Wednesday, May 09, 2007

Why Is the Media Still Calling It A Surge?

Opening paragraphs of article in Washington Post:

The Pentagon announced yesterday that 35,000 soldiers in 10 Army combat brigades will begin deploying to Iraq in August as replacements, making it possible to sustain the increase of U.S. troops there until at least the end of this year.

U.S. commanders in Iraq are increasingly convinced that heightened troop levels, announced by President Bush in January, will need to last into the spring of 2008. The military has said it would assess in September how well its counterinsurgency strategy, intended to pacify Baghdad and other parts of Iraq, is working.

Definition of surge from online version of Merriam-Webster dictionary:

Inflected Form(s):
surged; surg·ing
1 : to rise and fall actively : toss 2 : to rise and move in waves or billows : swell 3 : to slip around a windlass, capstan, or bitts — used especially of a rope 4 : to rise suddenly to an excessive or abnormal value 5 : to move with a surge or in surges transitive verb : to let go or slacken gradually (as a rope)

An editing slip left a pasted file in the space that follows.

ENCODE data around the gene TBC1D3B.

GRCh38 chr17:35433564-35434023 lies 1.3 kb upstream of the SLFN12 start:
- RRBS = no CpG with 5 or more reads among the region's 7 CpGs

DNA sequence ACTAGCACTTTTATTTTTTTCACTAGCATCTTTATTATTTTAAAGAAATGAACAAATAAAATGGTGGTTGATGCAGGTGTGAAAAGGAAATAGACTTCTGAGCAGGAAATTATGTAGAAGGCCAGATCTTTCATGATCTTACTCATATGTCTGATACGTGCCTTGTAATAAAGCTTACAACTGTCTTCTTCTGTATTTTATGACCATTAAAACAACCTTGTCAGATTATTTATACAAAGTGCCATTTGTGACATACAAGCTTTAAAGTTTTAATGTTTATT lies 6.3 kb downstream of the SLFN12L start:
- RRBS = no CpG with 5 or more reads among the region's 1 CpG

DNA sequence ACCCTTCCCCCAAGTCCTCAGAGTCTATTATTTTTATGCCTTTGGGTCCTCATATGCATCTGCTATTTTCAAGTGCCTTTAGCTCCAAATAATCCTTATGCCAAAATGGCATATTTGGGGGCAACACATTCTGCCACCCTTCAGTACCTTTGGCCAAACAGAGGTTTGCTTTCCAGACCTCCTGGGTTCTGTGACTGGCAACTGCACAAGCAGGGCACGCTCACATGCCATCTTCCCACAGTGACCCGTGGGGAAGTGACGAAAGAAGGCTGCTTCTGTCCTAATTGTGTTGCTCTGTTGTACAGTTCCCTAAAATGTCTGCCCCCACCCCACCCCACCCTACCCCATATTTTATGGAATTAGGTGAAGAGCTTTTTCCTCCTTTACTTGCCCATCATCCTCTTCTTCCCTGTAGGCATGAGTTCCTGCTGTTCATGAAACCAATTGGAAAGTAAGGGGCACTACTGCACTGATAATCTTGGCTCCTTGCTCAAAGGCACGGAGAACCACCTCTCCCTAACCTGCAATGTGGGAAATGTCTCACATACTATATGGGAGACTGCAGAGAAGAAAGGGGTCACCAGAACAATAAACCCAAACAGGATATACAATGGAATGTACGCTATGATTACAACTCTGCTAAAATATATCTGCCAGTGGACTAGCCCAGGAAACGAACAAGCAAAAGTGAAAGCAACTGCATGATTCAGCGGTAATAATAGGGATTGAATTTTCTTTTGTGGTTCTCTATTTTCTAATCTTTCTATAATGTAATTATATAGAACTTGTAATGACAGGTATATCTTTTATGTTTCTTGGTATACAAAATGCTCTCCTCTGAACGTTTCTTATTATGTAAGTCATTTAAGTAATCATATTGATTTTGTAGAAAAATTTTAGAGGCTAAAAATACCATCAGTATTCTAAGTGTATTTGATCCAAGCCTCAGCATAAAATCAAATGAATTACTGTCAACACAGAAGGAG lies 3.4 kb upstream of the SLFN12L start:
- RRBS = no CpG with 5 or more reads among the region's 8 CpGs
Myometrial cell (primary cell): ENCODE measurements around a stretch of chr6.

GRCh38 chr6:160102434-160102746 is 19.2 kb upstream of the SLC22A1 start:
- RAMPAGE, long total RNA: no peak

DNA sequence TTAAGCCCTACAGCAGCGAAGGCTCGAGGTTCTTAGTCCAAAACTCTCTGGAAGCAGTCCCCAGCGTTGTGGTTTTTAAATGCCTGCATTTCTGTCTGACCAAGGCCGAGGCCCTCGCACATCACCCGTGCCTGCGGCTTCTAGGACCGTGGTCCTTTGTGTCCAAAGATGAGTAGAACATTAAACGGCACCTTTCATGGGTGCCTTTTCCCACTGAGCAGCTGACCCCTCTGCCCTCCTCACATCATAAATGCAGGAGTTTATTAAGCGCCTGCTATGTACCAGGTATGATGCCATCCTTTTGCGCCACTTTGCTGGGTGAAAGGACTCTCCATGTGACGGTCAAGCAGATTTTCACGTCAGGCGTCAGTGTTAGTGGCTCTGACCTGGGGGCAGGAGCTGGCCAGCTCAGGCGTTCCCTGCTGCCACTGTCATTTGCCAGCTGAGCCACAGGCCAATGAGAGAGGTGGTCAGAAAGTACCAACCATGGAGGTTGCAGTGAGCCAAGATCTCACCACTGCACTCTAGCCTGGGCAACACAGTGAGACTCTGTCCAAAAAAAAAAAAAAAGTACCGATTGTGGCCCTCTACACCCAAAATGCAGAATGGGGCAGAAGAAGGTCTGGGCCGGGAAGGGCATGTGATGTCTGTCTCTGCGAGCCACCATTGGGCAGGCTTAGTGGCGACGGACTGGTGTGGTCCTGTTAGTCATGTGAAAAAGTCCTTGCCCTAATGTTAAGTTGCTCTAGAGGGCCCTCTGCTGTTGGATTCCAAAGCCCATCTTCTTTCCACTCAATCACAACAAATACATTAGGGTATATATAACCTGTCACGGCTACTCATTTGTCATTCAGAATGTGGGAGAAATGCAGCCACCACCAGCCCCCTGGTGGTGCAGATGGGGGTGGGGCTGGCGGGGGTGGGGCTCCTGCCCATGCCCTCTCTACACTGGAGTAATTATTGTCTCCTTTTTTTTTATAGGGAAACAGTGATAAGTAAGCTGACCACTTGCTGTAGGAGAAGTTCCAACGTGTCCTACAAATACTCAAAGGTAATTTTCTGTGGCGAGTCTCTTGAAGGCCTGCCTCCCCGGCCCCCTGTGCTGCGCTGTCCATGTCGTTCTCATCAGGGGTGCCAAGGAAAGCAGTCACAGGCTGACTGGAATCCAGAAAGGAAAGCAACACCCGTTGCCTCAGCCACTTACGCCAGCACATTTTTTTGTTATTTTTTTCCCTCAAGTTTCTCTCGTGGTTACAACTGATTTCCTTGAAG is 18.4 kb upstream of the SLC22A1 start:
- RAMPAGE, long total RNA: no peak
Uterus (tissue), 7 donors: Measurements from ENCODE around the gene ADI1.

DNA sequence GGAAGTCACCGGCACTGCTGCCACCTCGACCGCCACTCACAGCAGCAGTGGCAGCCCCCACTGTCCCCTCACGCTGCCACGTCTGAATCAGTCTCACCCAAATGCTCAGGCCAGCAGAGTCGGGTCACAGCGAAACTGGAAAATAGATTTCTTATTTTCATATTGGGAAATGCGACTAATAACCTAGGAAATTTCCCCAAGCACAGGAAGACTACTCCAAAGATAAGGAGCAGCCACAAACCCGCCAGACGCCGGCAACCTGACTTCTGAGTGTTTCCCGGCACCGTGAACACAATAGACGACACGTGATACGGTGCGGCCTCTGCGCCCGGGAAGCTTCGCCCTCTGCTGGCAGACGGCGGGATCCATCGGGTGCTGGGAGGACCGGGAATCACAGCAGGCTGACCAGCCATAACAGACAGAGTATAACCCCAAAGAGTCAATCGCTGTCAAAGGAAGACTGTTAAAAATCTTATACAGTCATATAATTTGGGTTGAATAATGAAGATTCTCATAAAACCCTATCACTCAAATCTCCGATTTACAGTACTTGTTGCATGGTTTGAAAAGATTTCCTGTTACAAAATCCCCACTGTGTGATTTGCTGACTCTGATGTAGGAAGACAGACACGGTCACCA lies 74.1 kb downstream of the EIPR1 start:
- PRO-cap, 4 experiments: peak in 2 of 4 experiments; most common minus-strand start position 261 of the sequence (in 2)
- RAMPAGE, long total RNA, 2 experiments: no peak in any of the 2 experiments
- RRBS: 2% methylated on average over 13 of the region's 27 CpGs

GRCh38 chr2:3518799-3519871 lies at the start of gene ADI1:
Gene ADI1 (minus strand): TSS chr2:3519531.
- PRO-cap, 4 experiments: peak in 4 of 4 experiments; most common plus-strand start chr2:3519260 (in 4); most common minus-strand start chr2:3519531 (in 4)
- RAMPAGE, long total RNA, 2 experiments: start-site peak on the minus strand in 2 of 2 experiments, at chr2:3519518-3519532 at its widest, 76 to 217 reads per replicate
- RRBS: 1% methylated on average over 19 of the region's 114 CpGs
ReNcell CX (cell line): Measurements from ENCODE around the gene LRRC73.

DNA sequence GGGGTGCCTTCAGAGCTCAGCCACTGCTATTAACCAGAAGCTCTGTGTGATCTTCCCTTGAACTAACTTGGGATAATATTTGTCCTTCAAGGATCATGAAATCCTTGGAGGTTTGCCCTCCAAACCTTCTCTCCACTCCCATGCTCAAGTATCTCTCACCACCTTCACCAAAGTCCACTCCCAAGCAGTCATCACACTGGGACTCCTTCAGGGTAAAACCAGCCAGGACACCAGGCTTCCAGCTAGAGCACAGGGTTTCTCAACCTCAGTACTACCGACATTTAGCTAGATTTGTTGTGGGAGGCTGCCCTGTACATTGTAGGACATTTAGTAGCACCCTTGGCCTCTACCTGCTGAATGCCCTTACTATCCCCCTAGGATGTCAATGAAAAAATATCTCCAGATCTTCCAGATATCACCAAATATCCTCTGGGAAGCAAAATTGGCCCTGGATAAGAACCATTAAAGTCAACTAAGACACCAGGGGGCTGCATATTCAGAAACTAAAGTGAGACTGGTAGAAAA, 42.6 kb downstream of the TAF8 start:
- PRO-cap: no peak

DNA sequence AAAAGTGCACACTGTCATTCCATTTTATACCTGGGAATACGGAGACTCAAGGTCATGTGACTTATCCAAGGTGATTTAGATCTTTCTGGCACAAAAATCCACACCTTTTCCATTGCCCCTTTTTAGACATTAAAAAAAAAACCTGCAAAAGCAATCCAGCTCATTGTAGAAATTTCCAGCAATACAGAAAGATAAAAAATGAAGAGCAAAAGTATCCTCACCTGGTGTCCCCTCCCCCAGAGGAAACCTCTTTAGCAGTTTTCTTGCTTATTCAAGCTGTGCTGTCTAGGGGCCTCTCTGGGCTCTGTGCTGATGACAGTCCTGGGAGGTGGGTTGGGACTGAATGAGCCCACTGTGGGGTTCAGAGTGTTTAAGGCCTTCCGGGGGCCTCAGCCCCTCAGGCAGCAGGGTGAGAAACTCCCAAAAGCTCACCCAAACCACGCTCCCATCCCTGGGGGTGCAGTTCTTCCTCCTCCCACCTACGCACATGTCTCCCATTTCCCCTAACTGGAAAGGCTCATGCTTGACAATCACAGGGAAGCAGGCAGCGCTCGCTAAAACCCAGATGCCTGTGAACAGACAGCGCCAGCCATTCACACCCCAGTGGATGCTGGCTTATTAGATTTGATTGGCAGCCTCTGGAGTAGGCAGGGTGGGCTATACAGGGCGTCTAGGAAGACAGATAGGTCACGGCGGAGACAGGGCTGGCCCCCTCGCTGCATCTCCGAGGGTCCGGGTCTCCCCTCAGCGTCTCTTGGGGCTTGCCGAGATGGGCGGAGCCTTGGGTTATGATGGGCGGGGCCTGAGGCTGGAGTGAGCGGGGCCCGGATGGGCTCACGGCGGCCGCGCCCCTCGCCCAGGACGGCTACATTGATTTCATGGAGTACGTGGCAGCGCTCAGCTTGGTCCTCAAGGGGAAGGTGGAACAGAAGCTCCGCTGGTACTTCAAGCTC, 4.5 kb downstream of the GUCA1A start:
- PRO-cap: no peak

Something that takes months to accomplish and is going to last for months is not a "surge" in the most accepted definition of the word. What is really happening is that the Bush Administration is escalating the number of troops in Iraq in hopes of holding things together until the next president is sworn in. Then, Bush can go down to Crawford, play at being a cowboy, and write his memoirs.

We know why the Bushies want to call it a surge. To call it an escalation, when the American public is increasingly soured on Bubble-Boy's foreign adventure, would be political suicide, but why is the media using the same term? Just because the Bush Administration wants to call this troop increase something that it's not doesn't mean that the media has to play along with it.

You can read the whole Post article by clicking on the link in this entry's title.

No comments: